Across the region, 57 percent of those surveyed said they oppose mountaintop removal, with 42 percent saying they strongly oppose the practice. Sixty-four percent of Democrats said they opposed mountaintop removal, compared to 60 percent of independents and 51 percent of Republicans.
Coal companies and coal mining in general received favorable reviews in the survey. For example, 87 percent of those surveyed in West Virginia said they had a favorable view of coal mining.
Regionwide, 26 percent of those surveyed said they had a favorable view of strip mining and 20 percent a favorable view of mountaintop removal.
Favorable views of both were higher in West Virginia, 44 percent for strip mining and 31 percent for mountaintop removal.
And the survey showed less opposition to mountaintop removal in West Virginia than was found in a 2004 poll, when measured by a basic question without any explanation of what mountaintop removal is. The 2004 survey found 56 percent of West Virginians opposed the practice, compared to 42 percent opposed in the new survey.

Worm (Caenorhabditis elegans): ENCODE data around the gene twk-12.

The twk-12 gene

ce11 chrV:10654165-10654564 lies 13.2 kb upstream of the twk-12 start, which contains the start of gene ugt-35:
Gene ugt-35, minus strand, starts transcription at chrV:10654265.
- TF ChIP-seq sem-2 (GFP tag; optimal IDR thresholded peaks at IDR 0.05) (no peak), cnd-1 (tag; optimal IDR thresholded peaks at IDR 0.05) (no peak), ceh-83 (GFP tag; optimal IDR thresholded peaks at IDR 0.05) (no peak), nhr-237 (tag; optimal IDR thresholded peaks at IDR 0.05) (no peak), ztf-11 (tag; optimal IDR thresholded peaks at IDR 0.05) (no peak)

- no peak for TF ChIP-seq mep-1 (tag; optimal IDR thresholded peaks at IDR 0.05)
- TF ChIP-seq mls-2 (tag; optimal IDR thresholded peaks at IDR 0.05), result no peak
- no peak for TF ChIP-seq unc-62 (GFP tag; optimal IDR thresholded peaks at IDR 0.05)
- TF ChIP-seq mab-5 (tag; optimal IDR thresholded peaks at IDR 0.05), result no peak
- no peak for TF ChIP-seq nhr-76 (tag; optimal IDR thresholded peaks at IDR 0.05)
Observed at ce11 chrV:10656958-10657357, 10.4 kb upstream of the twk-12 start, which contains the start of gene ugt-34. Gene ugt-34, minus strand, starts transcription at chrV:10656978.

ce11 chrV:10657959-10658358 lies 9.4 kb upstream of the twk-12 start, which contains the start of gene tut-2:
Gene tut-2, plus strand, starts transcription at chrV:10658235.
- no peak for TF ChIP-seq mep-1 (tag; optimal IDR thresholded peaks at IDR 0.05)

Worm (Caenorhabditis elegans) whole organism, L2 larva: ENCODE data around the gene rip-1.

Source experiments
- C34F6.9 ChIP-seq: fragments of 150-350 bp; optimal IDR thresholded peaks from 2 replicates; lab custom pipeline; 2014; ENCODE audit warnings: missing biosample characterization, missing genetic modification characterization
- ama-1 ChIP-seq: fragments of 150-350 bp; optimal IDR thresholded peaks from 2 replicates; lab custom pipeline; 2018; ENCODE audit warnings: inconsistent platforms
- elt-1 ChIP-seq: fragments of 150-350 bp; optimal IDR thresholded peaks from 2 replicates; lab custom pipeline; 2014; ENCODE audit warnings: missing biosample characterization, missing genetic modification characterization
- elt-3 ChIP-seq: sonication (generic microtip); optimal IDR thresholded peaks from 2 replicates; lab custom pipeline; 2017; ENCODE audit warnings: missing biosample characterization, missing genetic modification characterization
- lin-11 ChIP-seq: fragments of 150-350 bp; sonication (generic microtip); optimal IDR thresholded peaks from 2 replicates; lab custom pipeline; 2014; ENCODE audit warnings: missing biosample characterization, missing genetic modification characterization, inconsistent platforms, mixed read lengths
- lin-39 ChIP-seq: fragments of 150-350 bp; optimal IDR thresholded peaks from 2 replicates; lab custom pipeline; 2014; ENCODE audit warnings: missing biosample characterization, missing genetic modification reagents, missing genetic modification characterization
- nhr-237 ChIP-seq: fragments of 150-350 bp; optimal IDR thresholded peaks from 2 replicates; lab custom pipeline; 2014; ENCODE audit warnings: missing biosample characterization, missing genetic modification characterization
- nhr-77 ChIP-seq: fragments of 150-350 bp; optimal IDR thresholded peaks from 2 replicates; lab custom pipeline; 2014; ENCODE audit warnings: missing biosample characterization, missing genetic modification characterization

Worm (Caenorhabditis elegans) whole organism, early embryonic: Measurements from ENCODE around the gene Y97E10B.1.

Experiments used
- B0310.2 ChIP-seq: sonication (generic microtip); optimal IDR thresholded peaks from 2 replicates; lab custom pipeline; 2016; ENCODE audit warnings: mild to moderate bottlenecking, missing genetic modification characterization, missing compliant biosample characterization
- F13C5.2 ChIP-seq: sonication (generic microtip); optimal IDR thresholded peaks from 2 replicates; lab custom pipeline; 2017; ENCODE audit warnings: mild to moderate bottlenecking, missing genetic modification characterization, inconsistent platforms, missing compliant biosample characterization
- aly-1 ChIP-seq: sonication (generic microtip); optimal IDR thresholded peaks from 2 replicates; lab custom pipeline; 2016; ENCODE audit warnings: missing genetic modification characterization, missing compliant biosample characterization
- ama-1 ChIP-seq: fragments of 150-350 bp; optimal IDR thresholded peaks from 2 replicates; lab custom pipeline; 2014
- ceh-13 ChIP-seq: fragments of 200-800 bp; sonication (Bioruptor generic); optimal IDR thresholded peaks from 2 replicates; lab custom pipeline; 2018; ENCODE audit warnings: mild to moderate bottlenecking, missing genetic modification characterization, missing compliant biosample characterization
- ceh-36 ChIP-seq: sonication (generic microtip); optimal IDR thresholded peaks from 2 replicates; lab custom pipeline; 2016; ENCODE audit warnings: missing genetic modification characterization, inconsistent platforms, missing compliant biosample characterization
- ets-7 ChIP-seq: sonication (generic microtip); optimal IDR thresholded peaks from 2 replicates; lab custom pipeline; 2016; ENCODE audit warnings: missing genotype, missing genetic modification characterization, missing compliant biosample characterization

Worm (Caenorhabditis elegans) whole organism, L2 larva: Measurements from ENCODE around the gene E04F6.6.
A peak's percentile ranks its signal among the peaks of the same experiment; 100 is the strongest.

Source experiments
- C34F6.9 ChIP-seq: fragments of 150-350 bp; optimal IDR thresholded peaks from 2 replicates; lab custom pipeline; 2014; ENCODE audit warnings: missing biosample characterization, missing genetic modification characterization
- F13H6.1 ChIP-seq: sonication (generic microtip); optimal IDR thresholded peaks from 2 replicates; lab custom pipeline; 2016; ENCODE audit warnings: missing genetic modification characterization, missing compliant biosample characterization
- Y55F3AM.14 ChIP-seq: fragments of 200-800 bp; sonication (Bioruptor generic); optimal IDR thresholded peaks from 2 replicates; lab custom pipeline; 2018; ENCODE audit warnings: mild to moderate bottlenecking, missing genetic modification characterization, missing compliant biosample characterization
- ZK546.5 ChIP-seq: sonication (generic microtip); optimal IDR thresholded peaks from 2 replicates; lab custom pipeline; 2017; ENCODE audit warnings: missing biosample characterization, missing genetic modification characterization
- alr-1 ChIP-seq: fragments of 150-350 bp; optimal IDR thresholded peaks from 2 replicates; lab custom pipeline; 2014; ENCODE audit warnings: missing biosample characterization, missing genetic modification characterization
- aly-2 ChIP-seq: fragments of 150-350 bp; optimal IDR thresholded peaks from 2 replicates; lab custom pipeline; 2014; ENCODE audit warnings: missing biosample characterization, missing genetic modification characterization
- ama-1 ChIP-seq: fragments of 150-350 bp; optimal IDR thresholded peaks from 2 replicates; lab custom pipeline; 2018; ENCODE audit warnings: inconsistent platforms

Pollsters said the coal industry's massive public-relations campaign in favor of mountaintop removal might have played some role in those numbers, but they also said responses to more-detailed questions showed that opposition is significant and intense among the region's voting population.
Both the 2004 and the 2011 polls asked those surveyed if they support or oppose mountaintop removal, defining the practice as when "the top of a mountain is removed to extract the coal and waste is disposed in nearby valleys and streams."
In 2004, 58 percent of West Virginias responded that they were opposed, with 41 percent saying they were strongly opposed. In this year's survey, 54 percent of West Virginians said they were opposed, with 45 percent saying they were strongly opposed.
"If there has been any attrition [in the opposition numbers], it's really only in the undefined ask of the question," said Daniel Gotoff, a partner at Lake Research.
"So if proponents of mountaintop removal coal mining have had any success, and I think that's a question still, but if they've had any success in making the term less toxic or radioactive, that success is pretty ephemeral. As soon as you provide even the simplest definition, you end up with majority opposition in the state of West Virginia."
Reach Ken Ward Jr. at kw...@wvgazette.com or 304-348-1702.